4. How would you describe this script in two words?

Insanity united.

5. What movie have you seen the most times in your life?

Star Trek: IV: The Voyage Home

6. How long have you been working on this screenplay?

Eleven years, three alone, eight with P.E. Novak

7. How many stories have you written?

Alone, about 10 to 20, with P.E. Novak over 1,000

8. What is your favorite song? (Or, what song have you listened to the most times in your life?)

Oh, every year that changes as my journey changes. The song that best describes The Intrepid Factor – To Catch a Falling Star is Barry Manilow’s It’s a Long Way Up.

9. What obstacles did you face to finish this screenplay?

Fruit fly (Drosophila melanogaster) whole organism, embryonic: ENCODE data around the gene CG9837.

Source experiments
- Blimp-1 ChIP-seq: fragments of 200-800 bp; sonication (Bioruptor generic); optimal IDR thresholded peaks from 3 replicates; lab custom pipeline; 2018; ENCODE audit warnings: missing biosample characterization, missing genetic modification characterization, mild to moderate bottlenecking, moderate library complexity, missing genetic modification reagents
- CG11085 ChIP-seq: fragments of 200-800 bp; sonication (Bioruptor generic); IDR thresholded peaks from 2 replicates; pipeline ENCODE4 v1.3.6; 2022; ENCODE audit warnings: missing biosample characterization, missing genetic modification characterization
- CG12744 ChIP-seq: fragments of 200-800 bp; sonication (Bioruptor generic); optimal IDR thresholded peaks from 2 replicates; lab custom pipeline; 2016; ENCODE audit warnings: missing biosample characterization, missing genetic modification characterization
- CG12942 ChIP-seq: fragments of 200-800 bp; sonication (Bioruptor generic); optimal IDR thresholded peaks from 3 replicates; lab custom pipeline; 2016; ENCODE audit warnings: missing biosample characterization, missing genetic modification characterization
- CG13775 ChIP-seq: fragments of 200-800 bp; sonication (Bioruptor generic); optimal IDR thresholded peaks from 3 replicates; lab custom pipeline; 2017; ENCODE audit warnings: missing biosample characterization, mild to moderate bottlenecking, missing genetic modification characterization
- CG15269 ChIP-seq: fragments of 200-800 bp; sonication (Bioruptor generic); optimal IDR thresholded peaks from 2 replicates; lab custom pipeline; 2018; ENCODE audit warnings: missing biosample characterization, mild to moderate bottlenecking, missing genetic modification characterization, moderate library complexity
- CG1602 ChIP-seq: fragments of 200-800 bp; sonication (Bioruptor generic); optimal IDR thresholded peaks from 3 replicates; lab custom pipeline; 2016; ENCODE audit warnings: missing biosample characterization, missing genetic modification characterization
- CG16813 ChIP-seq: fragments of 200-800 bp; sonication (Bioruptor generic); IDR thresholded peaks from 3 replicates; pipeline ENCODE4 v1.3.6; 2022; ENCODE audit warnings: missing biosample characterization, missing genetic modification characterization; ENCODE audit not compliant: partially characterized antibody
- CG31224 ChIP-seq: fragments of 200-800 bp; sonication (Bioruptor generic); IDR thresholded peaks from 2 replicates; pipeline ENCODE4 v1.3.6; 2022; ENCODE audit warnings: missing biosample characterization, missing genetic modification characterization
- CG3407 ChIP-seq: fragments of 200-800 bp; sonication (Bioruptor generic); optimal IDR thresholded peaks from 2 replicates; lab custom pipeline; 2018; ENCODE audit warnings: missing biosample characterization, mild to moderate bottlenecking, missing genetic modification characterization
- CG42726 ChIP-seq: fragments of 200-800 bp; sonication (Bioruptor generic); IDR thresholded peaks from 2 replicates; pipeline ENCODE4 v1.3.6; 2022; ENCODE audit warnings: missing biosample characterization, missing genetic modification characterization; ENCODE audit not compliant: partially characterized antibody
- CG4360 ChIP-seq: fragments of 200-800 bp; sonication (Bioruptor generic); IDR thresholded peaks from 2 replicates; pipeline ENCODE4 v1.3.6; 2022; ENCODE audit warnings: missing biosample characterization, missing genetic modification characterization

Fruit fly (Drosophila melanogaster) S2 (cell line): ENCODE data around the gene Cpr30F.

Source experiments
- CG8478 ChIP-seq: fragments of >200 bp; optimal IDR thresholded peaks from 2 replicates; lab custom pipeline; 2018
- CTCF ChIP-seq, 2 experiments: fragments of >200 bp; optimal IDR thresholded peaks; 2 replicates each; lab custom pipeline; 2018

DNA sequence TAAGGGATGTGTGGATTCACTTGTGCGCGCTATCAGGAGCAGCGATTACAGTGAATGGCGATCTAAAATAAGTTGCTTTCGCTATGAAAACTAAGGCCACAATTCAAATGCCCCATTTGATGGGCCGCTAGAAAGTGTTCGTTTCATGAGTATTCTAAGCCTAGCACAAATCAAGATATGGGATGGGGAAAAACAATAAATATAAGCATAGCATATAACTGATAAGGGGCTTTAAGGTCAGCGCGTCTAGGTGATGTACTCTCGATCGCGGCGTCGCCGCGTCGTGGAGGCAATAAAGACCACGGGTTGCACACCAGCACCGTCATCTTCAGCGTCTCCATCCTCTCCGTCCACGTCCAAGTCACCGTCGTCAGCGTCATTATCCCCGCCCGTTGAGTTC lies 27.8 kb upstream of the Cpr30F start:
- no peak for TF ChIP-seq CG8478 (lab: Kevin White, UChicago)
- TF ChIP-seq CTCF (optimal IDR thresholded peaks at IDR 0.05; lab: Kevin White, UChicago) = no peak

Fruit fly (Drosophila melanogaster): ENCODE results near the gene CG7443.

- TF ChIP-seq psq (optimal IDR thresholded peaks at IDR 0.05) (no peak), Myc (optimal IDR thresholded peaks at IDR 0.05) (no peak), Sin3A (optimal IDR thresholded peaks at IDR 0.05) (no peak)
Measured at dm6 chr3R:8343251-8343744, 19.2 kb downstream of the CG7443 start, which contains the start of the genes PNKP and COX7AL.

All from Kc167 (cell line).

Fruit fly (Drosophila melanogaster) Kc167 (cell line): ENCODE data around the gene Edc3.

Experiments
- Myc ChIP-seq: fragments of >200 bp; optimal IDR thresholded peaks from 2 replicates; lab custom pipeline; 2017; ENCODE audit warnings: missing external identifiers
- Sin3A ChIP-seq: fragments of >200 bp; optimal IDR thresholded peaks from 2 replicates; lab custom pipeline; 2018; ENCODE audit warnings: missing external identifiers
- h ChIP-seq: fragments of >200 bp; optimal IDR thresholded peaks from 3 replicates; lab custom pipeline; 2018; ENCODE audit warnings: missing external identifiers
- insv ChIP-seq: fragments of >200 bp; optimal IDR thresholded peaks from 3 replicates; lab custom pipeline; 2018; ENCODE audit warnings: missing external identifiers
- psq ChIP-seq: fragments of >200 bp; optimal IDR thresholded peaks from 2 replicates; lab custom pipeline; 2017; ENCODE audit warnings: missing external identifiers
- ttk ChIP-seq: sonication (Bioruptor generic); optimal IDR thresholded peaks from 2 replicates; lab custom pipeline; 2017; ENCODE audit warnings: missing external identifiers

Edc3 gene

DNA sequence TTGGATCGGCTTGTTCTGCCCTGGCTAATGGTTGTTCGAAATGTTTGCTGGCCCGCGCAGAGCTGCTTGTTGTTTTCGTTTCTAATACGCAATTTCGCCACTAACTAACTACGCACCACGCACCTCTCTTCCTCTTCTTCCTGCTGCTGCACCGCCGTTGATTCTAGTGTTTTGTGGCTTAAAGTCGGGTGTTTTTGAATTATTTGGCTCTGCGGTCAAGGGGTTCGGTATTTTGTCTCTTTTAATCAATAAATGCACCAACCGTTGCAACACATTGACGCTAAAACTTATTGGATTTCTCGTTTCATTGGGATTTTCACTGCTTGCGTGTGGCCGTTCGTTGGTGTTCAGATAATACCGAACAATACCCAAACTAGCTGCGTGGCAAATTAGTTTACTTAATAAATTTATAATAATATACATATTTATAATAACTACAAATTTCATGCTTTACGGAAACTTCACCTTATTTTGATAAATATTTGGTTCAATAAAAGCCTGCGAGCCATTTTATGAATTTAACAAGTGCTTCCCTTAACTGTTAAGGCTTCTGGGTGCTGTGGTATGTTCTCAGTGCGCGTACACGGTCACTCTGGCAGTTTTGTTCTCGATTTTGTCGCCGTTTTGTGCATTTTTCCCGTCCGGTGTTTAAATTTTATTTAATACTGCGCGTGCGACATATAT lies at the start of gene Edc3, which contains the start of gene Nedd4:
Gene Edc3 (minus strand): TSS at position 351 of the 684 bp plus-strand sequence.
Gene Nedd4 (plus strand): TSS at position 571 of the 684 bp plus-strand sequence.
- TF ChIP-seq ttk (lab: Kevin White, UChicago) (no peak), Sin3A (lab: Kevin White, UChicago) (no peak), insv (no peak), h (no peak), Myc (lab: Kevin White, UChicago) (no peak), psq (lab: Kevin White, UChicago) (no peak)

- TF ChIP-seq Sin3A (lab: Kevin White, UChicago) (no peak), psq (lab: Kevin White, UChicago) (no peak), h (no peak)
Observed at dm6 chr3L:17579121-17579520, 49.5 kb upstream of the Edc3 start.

Originally Starleage: The Intrepid Factor – To Catch a Falling Star was Star Trek: The Next Frontier – Strength of Will. A spinoff from Star Trek: Voyager and Star Trek: Deep Space Nine set after Voyager’s return home from the Delta quadrant. It took creating a totally different franchise to determine these characters fromThe Next Frontier belonged in a world apart from that of Star Trek as their behaviors did not match those of the characters and races created in the Star Trek universe.

10. Apart from writing, what else are you passionate about?

I’d say that the answer to that would be either songwriting, as I do that, too. Or changing the world for the better. Entertainment just seems the best way to go about doing that.

11. You entered your screenplay via FilmFreeway. What has been your experiences working with the submission platform site?

FilmFreeway is a good submission platform. I don’t have any complaints.

12. What influenced you to enter the festival? What were your feelings on the initial feedback you received?